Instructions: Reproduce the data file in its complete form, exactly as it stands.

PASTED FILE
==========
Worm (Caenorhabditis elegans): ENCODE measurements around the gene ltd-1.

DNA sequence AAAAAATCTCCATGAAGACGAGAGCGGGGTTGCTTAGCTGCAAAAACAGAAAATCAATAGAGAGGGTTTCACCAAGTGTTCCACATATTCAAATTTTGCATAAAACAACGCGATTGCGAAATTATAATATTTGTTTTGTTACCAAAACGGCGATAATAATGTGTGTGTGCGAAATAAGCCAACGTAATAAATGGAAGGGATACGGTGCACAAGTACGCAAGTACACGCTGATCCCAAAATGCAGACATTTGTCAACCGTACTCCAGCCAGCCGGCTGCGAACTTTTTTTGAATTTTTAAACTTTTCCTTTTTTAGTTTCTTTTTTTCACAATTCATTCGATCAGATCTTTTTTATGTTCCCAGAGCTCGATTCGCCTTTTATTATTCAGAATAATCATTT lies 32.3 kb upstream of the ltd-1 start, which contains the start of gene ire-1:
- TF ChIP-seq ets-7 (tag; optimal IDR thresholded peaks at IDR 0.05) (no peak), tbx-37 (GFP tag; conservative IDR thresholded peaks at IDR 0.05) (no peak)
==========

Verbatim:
Worm (Caenorhabditis elegans): ENCODE measurements around the gene ltd-1.

DNA sequence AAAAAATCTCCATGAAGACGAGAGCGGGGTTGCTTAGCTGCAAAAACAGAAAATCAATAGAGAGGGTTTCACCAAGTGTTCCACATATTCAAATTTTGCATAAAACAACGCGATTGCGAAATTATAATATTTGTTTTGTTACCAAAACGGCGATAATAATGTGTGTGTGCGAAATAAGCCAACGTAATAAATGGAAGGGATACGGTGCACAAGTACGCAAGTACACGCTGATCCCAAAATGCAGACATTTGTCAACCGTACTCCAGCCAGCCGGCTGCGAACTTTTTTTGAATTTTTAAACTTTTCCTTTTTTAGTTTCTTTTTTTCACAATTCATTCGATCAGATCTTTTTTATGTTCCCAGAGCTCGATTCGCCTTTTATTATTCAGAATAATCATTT lies 32.3 kb upstream of the ltd-1 start, which contains the start of gene ire-1:
- TF ChIP-seq ets-7 (tag; optimal IDR thresholded peaks at IDR 0.05) (no peak), tbx-37 (GFP tag; conservative IDR thresholded peaks at IDR 0.05) (no peak)